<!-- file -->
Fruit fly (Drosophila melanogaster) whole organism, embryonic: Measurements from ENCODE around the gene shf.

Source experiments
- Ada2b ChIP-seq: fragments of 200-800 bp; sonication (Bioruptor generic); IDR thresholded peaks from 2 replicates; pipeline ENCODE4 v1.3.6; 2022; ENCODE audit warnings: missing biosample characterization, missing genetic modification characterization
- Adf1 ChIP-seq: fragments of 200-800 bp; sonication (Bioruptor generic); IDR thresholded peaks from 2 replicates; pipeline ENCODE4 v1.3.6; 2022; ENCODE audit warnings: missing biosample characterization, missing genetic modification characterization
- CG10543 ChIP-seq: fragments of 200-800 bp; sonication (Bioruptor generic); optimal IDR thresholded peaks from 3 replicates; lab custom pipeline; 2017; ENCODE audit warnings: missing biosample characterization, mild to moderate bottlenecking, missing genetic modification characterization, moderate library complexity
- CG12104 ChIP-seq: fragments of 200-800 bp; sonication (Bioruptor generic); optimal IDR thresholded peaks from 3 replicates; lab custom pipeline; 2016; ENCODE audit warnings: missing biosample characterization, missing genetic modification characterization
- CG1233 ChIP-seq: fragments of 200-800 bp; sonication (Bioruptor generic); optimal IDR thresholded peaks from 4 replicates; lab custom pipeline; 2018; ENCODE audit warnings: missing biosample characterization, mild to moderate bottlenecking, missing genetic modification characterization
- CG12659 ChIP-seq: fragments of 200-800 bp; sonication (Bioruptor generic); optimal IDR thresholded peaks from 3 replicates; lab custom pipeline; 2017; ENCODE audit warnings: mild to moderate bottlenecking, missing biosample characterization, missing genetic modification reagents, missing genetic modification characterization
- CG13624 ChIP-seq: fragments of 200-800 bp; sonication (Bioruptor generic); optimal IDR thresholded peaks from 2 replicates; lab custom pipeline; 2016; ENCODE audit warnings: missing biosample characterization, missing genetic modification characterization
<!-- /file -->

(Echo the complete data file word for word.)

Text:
Fruit fly (Drosophila melanogaster) whole organism, embryonic: Measurements from ENCODE around the gene shf.

Source experiments
- Ada2b ChIP-seq: fragments of 200-800 bp; sonication (Bioruptor generic); IDR thresholded peaks from 2 replicates; pipeline ENCODE4 v1.3.6; 2022; ENCODE audit warnings: missing biosample characterization, missing genetic modification characterization
- Adf1 ChIP-seq: fragments of 200-800 bp; sonication (Bioruptor generic); IDR thresholded peaks from 2 replicates; pipeline ENCODE4 v1.3.6; 2022; ENCODE audit warnings: missing biosample characterization, missing genetic modification characterization
- CG10543 ChIP-seq: fragments of 200-800 bp; sonication (Bioruptor generic); optimal IDR thresholded peaks from 3 replicates; lab custom pipeline; 2017; ENCODE audit warnings: missing biosample characterization, mild to moderate bottlenecking, missing genetic modification characterization, moderate library complexity
- CG12104 ChIP-seq: fragments of 200-800 bp; sonication (Bioruptor generic); optimal IDR thresholded peaks from 3 replicates; lab custom pipeline; 2016; ENCODE audit warnings: missing biosample characterization, missing genetic modification characterization
- CG1233 ChIP-seq: fragments of 200-800 bp; sonication (Bioruptor generic); optimal IDR thresholded peaks from 4 replicates; lab custom pipeline; 2018; ENCODE audit warnings: missing biosample characterization, mild to moderate bottlenecking, missing genetic modification characterization
- CG12659 ChIP-seq: fragments of 200-800 bp; sonication (Bioruptor generic); optimal IDR thresholded peaks from 3 replicates; lab custom pipeline; 2017; ENCODE audit warnings: mild to moderate bottlenecking, missing biosample characterization, missing genetic modification reagents, missing genetic modification characterization
- CG13624 ChIP-seq: fragments of 200-800 bp; sonication (Bioruptor generic); optimal IDR thresholded peaks from 2 replicates; lab custom pipeline; 2016; ENCODE audit warnings: missing biosample characterization, missing genetic modification characterization